When you have multiple sources receiving (ie they are the intended recipients) decrypted messages that corroborate each other, the encryption aspect probably becomes all but moot.
Not sure it's more informants, but they do seem to use more than one
Unless you just mean completely invent evidence on a controlled device in which case sure just edit the local message database like you would anything.
which means that once a message is received you cannot re-authenticate it, so evidence on any device is no better than with unencrypted messaging. This is in contrast with classic public key authentication like PGP which provides further evidence that the message is legit and was indeed sent by who it says.
Any device involved in the conversation could have been compromised. In that case the entire message history would be intact.
Expiring messages don't completely solve the problem but it can drastically reduce the amount of information available.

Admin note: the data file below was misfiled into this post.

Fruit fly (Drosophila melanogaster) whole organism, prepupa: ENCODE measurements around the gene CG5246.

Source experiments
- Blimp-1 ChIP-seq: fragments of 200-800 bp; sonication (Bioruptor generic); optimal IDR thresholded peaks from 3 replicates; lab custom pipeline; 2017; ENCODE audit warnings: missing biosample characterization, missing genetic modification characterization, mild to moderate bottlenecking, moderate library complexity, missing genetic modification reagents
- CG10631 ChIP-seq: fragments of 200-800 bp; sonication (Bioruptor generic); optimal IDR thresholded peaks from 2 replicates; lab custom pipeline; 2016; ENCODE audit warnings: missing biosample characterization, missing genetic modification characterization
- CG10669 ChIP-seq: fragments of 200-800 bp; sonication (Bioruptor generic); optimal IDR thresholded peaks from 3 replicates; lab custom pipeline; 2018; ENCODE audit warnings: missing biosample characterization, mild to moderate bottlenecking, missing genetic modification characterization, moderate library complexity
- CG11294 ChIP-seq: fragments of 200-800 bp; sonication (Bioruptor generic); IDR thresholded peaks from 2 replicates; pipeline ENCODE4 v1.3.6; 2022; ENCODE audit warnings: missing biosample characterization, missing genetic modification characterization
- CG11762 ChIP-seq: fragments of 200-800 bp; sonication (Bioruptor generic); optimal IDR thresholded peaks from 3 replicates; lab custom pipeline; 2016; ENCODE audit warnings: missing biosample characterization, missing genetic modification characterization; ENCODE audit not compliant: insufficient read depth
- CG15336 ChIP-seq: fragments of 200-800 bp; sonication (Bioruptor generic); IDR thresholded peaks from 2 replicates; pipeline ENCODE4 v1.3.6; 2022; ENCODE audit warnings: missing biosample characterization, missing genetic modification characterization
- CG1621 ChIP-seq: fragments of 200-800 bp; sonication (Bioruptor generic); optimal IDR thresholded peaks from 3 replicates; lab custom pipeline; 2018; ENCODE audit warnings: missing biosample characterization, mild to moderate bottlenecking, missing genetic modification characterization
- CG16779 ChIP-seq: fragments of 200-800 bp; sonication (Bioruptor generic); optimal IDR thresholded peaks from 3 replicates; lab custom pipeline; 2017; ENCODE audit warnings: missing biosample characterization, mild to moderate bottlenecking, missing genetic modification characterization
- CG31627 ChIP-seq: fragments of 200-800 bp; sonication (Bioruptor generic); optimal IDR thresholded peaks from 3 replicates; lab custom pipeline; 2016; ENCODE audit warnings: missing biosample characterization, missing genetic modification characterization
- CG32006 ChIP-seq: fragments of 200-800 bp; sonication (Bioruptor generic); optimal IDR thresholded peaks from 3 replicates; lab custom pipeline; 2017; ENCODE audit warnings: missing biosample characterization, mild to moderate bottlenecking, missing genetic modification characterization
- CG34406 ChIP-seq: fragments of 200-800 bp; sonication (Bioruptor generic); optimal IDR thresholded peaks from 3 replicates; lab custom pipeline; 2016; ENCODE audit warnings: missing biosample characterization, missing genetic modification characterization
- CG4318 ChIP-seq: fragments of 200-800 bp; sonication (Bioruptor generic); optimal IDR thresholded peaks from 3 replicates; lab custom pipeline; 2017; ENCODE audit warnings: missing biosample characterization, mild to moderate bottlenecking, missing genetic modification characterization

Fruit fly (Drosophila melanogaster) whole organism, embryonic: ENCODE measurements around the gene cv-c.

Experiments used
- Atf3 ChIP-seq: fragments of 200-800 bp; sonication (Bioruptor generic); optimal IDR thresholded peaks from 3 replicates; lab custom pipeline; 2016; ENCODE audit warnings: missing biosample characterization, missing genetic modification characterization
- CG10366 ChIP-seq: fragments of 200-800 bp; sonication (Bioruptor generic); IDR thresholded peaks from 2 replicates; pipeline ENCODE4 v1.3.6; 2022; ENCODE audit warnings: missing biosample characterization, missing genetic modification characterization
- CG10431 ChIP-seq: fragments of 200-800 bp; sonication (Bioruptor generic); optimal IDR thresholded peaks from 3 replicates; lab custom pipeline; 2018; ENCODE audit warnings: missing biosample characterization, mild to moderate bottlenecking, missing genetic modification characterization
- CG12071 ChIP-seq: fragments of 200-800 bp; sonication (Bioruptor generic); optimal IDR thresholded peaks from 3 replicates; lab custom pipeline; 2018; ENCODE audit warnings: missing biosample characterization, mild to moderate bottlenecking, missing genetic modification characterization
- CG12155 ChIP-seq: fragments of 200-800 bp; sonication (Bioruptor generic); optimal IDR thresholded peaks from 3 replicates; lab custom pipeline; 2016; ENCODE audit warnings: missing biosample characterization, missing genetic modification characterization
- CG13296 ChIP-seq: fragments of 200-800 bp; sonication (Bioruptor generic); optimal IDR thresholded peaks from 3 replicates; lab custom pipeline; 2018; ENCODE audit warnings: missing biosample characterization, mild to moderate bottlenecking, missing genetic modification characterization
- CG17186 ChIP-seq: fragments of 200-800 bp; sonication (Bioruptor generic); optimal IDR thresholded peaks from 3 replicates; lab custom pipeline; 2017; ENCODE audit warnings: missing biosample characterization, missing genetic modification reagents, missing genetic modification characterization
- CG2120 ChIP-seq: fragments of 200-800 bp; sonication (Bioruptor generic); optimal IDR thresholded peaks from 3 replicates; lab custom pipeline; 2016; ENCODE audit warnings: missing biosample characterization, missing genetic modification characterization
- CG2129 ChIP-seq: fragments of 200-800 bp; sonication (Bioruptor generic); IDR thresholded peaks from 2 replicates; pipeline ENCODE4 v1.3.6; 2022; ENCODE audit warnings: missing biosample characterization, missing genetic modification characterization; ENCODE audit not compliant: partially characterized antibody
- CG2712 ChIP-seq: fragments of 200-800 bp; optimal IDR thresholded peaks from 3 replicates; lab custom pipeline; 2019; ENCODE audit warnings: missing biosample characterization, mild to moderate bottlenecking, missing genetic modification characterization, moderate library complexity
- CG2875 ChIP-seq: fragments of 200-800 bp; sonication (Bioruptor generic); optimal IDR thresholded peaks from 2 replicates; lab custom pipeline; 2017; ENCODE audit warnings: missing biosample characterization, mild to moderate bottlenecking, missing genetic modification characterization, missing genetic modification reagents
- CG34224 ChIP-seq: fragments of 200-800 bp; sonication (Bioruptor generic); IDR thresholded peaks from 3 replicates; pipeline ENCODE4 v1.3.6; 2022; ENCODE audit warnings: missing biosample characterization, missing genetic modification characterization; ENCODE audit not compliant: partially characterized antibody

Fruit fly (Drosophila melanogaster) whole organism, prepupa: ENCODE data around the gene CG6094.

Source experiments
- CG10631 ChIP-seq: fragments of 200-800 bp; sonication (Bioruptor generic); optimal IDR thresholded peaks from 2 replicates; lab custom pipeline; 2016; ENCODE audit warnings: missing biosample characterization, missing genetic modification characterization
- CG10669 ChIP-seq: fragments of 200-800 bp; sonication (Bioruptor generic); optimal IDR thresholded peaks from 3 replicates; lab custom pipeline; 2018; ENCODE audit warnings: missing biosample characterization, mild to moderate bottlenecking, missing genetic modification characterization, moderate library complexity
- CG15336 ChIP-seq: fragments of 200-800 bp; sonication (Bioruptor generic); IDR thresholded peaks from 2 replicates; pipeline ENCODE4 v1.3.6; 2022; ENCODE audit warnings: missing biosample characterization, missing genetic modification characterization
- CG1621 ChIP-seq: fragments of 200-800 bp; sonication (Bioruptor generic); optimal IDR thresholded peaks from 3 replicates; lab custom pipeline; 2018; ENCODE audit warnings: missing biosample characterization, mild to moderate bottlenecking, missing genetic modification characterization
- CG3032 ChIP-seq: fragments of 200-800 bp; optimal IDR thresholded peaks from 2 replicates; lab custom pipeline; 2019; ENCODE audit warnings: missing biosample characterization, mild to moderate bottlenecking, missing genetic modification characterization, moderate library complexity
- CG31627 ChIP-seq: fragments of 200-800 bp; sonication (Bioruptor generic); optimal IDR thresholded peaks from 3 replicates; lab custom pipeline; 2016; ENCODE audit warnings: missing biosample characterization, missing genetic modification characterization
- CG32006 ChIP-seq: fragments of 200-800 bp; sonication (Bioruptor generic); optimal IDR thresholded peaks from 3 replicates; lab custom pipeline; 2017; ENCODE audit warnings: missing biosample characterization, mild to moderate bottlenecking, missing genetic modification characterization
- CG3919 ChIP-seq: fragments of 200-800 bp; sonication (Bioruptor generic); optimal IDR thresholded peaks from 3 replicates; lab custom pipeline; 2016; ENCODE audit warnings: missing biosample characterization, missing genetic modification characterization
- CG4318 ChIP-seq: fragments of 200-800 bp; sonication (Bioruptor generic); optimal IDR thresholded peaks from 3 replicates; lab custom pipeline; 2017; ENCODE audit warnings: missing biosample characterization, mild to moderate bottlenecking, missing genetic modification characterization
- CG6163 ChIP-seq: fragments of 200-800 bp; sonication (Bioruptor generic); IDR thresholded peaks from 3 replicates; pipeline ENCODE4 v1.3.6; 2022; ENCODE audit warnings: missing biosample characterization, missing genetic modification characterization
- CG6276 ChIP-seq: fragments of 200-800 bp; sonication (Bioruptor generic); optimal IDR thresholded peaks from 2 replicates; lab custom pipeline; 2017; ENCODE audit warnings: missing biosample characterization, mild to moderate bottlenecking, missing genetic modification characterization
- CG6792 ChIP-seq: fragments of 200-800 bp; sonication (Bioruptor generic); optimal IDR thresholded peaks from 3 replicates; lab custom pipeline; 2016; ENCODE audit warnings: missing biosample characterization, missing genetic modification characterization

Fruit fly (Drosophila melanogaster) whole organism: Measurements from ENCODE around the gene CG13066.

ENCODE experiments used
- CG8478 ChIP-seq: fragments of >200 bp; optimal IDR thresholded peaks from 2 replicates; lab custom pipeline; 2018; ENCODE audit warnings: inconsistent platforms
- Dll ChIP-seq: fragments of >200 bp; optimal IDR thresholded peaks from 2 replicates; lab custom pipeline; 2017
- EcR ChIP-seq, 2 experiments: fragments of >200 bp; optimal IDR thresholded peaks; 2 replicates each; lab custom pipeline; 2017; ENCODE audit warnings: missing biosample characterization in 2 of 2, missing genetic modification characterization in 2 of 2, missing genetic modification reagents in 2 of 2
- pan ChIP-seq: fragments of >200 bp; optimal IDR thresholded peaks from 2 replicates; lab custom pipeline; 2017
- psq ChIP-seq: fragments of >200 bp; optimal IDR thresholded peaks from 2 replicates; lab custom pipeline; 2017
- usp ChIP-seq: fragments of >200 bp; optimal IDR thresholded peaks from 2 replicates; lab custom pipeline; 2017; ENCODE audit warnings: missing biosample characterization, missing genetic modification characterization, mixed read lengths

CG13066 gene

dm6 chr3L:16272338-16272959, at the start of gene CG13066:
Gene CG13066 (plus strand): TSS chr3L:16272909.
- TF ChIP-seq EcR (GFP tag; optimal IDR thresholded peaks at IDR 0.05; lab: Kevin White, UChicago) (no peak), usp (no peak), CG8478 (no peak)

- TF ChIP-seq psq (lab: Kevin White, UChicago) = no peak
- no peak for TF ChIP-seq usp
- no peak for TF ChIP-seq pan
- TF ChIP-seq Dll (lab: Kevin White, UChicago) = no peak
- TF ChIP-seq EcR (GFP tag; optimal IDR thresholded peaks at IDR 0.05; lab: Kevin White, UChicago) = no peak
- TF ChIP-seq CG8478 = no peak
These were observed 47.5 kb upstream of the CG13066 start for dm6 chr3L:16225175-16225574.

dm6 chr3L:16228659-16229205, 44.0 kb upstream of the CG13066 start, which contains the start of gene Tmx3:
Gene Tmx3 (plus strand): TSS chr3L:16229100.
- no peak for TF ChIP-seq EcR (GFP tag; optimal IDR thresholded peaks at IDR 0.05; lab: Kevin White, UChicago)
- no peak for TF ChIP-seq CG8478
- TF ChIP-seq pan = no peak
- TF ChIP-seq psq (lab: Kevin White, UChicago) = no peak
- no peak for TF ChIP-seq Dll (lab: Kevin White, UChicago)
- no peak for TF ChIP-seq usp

So did the government come into possession of those messages by getting a warrant for the phones and discovering the messages post fact or is there some indication that the government was legally (or illegally) intercepting the messages over the wire?
I certainly know which one I think is likely.
"Get it, Jess. Do your fucking thing. This is what we fucking [unintellgible] up for. Everything we fucking trained for."
Sure, you have end to end encryption but that's hardly all of the threat vector.
People need to accept that it's far more than metadata, we have no privacy, and in a way we are all locked inside of these virtual jails that keep people locked in like drug addicts.
Good conspiracy though.